A Biosensor and Method for Disease Diagnosis Based on Magnetic Resonance Relaxometry

Technology #14651-15161-17520

Questions about this technology? Ask a Technology Manager

Download Printable PDF

Image Gallery
(a) A train
 of radiofrequency pulses at the resonance frequency of 21.65 MHz 
with respect to the proton nuclei spins is applied at an inter-echo 
time interval, techo. (b) The transverse 
relaxation rate, R2, is a function of the parasite load present in the sample.
 Owing to the presence of highly paramagnetic hemozoin crystallites formed
 in the intra-erythrocyte cycle of the Plasmodium spp. infection, proton
spin-spin interaction in iRBCs dephases much faster than the one in uninfected
 RBCs.Schematic illustration of the MRR 
system, which consists of a portable permanent magnet that provides a strong polarizing
 magnetic field and a home-built radiofrequency (RF) detection probe. The biosensor is connected to an RF spectrometer, which acts as a transmitter and receiver of the RF signal. A microcentrifuge is used to separate the plasma from the RBC- and iRBC-containing pellet is placed inside a microcapillary tube. The microcapillary tube is then slotted into the RF detection probe.
Professor Jongyoon Han
Electrical Engineering - Computer Science, MIT
External Link (www.rle.mit.edu)
Weng Kung Peng
Singapore-MIT Alliance for Research & Technology
Lan Chen
Aeronautics & Astronautics, Nanyang Technological University
Tze Ping Loh
National University Hospital
Managed By
Michelle Hunt
MIT Technology Licensing Officer
Patent Protection

Biosensor, palm-sized device and method based on magnetic resonance relaxometry

US Patent Pending US 2015-0177348

Micro Magnetic Resonance Relaxometry

PCT Patent Application Filed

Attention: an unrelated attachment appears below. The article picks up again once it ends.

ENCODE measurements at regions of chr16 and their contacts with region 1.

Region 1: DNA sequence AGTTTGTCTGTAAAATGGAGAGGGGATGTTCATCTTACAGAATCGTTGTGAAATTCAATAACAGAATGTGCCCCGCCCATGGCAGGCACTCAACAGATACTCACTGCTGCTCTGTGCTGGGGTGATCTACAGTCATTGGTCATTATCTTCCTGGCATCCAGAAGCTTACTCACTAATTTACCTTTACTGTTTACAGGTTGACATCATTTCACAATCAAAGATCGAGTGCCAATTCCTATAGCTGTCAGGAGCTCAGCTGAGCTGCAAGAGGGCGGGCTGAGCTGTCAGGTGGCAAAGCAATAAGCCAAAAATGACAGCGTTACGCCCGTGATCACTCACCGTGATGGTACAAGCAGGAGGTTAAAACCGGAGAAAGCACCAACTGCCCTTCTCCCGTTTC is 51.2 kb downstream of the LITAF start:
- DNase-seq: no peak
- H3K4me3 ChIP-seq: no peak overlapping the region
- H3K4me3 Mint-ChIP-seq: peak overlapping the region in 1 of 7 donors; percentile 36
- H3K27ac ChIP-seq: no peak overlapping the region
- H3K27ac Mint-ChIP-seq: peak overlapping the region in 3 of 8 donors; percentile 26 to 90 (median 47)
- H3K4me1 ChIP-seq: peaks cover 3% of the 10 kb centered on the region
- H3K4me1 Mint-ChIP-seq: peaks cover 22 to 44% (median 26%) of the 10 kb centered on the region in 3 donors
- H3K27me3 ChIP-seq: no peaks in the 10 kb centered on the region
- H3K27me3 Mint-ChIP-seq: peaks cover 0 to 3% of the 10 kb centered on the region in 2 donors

Micro Magnetic Resonance Relaxometry

US Patent Pending US 2016-0313425
Micromagnetic resonance relaxometry for rapid label-free malaria diagnosis
Nature Medicine, VOLUME 20, NUMBER 9, SEPTEMBER 2014, p 1069


  • Diagnosis of malaria parasitemia
  • Diagnosis of Diabetes Mellitus
  • Monitoring of malaria recurrence
  • Rapid detection and quantification of harmful methemoglobin (oxidized form of ferum in blood)
  • Rapid detection and quantification of deoxygenated red blood cells in whole blood
  • Rapid detection and quantification sickle cells / anemia

  • Rapid detection and quantification of cells or objects, which are paramagnetic in nature
  • Rapid detection and quantification of magnetically-labeled cells

Problem Addressed

Sensitive, quantitative and rapid detection of diseased cells such as Plasodium spp. infected red blood cells in blood or cells and plasma affected by Diabetes Mellitus.


A major challenge in disease diagnostics is obtaining sensitive, quantitative diagnostic results, preferably in real-time and in an inexpensive manner. Here, a new technique for sensitive, quantitative and rapid detection of parasitemia is developed, by means of microfluidic-based magnetic resonance relaxometry (MRR). This technique can be applied to a wide range of diseases.

As one example, during the intra-erythrocytic cycle, malaria parasites catabolize large amount of cellular hemoglobins and convert them into hemozoin crystallites. These hemozoin crystallites have relatively large paramagnetic susceptibility and are thus able to induce substantial changes in the transverse relaxation rate of proton nuclear magnetic resonance (NMR) of red blood cells (RBCs). They are therefore a 'natural biomarker' to quantify the parasitemia level. Using an inexpensive bench-top 0.5 Tesla MRR system, it is shown that with minimal sample preparation steps and without chemical labeling, a parasitemia level of as low as 0.0875% in 300 nL of RBCs (in less than 1 microliter of whole blood) can be detected within a few seconds of scanning time and the whole assay can be completed within minutes. This rapid quantification of malaria parasitemia can help to address many issues in existing diagnostic methods such as the Giemsa-stained blood smear microscopy or lateral-flow rapid diagnostics kits based on immunochromatography.

Another application for this device is found in the diagnosis of Diabetes Mellitus (DM). In DM, a major pathological effect is oxidative-nitrosative stress (ONS), which causes many of the secondary complications of diabetes. ONS changes the redox reduction-oxidation states of plasma/erythrocytes, thereby changing their magnetic properties, allowing measurement by the MRR system. This technique allows ex-vivo tests on plasma/RBCs for deep-phenotyping of an individual’s oxidative status, susceptibility and capacity.


  • Minimal and fast sample preparation steps
  • High volume sensitivity
  • Low cost
  • Real-time analysis